More Than Pudding: Follow the Trails to Yorkshire’s Best Eats
March 2018 | By Joanne Sasvari | 4 minute read
So much to taste. So little time. Yorkshire might just be the foodiest region of the British Isles, dishing up everything from Michelin-starred cuisine, to fragrant curries, fine cheeses and what is arguably the world’s best asparagus. The best way to discover all the delicious things is to follow the local tasting trails – and be sure to bring your appetite.
We’d visit Yorkshire just for its famous savory pudding – the puff of eggy goodness that plays such an important role at Sunday dinner, especially as vehicle for gravy. But when it comes to food and drink, England’s northernmost county is so much more than that.
For one thing, it’s home to more Michelin-starred restaurants than any other part of the British Isles outside London. For another, it has a vibrant artisan tradition that stretches from seaside towns to bucolic dales to historic cities.
The region’s main centre is York – the historic walled city that was founded by the Romans in 71AD, and later became capital of the kingdom of Northumbria. It has long been a major hub for manufacture, wool trading, religion, and education, and features a number of famous historic attractions such as the York Minster – the vast cathedral that dates back to the Normans. But the best reason to visit is the food.
There is large community of artisans making pickles, chutneys, chocolates, breads, charcuterie and more, all of which you can sample on one of Yorkshire Food Finder’s gourmet walks. Or you can nosh on globally inspired street food at the historic Shambles Market, indulge in an afternoon tea tour or dine in one of the city’s fine restaurants.
York, of course, isn’t the only big city with a foodie culture – Bradford in West Yorkshire is known for its South Asian food culture, and is home to an annual Curry Festival. Yorkshire has been called ‘the spiciest county in the UK’, and the Spice Trail lead those hungry for heat to 40 curry restaurants across the region.
But most of what makes Yorkshire such a delicious destination lies outside the big cities.
Its coastal communities are home to incredible seafood, including sweet crab, succulent lobster and a longstanding smokehouse tradition. There’s even a Smoke Signals tour that samples the best smoked fish, and a Fish & Chip Trail which travels from Keighley to Filey, meandering along some of the world’s most scenic coastline.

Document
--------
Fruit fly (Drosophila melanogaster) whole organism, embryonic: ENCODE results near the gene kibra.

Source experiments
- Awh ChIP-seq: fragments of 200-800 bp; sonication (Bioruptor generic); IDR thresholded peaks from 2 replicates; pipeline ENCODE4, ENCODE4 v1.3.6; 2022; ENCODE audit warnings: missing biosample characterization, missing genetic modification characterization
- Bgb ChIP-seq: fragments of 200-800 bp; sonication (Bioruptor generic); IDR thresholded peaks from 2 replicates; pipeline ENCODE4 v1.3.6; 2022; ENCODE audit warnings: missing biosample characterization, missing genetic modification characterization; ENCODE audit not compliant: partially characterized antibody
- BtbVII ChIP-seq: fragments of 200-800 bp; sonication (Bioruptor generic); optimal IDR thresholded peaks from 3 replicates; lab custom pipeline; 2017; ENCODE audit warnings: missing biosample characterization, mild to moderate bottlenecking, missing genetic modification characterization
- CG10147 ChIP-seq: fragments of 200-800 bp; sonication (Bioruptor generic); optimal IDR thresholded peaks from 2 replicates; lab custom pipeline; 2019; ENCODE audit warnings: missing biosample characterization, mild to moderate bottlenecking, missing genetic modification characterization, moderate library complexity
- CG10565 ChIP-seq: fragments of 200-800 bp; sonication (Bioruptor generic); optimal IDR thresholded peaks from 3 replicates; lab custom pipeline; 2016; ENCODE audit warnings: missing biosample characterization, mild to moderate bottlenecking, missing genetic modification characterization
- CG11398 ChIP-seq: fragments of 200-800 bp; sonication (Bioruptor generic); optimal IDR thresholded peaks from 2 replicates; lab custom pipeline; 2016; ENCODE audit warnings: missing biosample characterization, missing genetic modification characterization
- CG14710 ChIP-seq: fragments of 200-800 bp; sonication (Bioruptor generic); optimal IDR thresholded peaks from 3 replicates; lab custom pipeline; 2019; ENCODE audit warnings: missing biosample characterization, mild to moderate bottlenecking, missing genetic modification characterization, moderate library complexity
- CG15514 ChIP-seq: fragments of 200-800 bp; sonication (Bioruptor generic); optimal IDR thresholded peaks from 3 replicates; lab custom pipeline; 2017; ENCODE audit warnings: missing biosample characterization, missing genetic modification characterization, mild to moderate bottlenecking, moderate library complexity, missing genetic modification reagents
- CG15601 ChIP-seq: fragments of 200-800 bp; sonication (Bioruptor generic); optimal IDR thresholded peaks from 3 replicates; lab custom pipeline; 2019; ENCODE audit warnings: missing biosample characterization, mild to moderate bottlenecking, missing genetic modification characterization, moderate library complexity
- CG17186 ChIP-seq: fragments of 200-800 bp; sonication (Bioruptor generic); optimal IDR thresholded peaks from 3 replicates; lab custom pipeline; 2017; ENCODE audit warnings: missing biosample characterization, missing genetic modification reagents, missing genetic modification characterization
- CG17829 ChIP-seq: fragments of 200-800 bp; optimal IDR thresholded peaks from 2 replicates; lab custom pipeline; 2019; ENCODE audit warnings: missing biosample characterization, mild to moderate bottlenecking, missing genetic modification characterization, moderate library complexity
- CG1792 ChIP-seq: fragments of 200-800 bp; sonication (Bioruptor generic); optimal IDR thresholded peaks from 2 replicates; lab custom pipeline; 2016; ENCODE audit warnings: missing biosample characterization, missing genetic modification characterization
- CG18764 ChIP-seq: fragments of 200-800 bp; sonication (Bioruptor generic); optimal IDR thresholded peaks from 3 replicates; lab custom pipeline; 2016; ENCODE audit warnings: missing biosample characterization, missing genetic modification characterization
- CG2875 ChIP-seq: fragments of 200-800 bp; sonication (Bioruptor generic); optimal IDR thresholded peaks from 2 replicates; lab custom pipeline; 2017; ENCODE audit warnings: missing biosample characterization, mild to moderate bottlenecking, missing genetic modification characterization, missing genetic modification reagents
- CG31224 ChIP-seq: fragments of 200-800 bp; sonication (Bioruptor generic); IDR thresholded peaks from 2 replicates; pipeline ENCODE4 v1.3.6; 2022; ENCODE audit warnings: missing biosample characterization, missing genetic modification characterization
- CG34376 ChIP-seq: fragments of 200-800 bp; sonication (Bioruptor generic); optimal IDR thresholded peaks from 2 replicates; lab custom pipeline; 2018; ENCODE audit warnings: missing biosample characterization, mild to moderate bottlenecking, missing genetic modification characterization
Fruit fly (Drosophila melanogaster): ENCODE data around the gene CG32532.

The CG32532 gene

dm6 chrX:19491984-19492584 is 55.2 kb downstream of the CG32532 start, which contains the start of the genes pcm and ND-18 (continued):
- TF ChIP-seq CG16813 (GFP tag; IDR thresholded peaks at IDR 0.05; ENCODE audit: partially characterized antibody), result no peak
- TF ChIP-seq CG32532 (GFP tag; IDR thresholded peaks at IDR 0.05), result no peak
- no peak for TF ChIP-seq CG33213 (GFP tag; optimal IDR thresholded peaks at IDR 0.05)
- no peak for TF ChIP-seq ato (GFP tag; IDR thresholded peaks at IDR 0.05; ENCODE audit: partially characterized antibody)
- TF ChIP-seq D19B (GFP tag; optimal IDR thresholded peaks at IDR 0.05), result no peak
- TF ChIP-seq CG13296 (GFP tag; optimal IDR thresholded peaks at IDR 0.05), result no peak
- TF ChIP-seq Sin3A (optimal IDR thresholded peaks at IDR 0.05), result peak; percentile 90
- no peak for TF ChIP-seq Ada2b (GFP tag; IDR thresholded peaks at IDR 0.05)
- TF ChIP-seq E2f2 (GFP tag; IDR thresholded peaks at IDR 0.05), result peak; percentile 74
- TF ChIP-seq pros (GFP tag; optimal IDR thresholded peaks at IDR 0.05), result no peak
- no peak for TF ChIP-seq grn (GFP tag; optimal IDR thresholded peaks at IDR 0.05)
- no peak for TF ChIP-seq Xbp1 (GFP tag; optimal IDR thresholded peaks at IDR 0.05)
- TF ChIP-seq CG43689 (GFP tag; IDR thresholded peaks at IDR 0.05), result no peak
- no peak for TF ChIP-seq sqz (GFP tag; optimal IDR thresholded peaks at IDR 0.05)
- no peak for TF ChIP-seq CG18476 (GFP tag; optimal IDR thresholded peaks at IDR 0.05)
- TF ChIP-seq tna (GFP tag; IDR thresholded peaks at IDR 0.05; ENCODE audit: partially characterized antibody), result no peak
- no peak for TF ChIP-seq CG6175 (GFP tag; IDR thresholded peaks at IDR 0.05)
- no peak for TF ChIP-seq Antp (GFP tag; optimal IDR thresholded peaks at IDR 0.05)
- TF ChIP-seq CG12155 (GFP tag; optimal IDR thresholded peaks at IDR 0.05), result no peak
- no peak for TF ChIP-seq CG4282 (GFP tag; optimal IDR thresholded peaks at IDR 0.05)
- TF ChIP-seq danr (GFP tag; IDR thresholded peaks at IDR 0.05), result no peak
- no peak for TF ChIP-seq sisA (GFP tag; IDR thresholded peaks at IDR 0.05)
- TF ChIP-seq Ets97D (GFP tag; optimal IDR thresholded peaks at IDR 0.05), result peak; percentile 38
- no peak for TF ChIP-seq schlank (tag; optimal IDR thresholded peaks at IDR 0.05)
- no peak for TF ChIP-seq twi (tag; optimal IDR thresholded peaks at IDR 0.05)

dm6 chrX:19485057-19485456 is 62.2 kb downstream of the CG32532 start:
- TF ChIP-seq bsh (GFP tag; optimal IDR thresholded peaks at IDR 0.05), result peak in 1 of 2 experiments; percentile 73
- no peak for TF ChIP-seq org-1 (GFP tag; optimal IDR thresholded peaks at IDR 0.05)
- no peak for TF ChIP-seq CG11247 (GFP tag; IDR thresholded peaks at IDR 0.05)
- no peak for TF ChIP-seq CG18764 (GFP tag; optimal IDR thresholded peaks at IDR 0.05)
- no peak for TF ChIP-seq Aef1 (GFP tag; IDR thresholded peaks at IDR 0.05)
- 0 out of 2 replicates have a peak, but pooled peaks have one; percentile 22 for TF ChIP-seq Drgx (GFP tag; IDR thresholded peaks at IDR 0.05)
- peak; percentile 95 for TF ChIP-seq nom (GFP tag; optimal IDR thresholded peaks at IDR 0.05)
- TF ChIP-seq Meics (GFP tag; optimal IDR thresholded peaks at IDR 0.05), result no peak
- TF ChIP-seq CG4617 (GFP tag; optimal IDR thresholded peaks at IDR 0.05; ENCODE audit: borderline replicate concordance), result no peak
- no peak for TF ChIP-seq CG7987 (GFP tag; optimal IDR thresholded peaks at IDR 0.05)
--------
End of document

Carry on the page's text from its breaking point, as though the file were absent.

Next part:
Inland, Yorkshire is famous for its great game birds, lamb, rhubarb, asparagus and ginger-flavoured treats, ranging from ginger beer to the cake known as ‘parkin’. It has a proud charcuterie tradition – bacon, sausage and cured meats, mainly – that can be sampled along the From Dairy To Deli trail. It also has a famous cheesemaking industry, especially in the historic community of Wensleydale, which has a local ‘cheese experience’, and a foodie trail that winds through some 30 pubs, cafes, delis and markets.
Meanwhile, the small town of Malton has crowned itself ‘Yorkshire’s food capital’ and offers its own gourmet walking tour.
All that hearty fare is best washed down with a pint of ale – discover a new favorite on the Transpennine Real Ale Trail – or a glass of the cool climate wines grown on 10 regional wineries. There’s even a handful of distilleries making gin and, at The Spirit of Yorkshire, the region’s first single malt whisky. Most breweries, wineries, and distilleries offer tours of their premises’ and tastings of their tipples.
Then again, perhaps what you really crave is simply the best of everything, and for that there is the Yorkshire Michelin Star Experience, which comprises starred eateries that range from gourmet pubs to ultra-modern, fine-dining meccas.
Many of Yorkshires culinary trails are self-guided and available for you to discover at your leisure, by foot, car or bicycle. Others are guided tours, led by locals with a passion for the region, its history and its food. Whichever you set out on, one thing is for sure: You will dine well, and fully.
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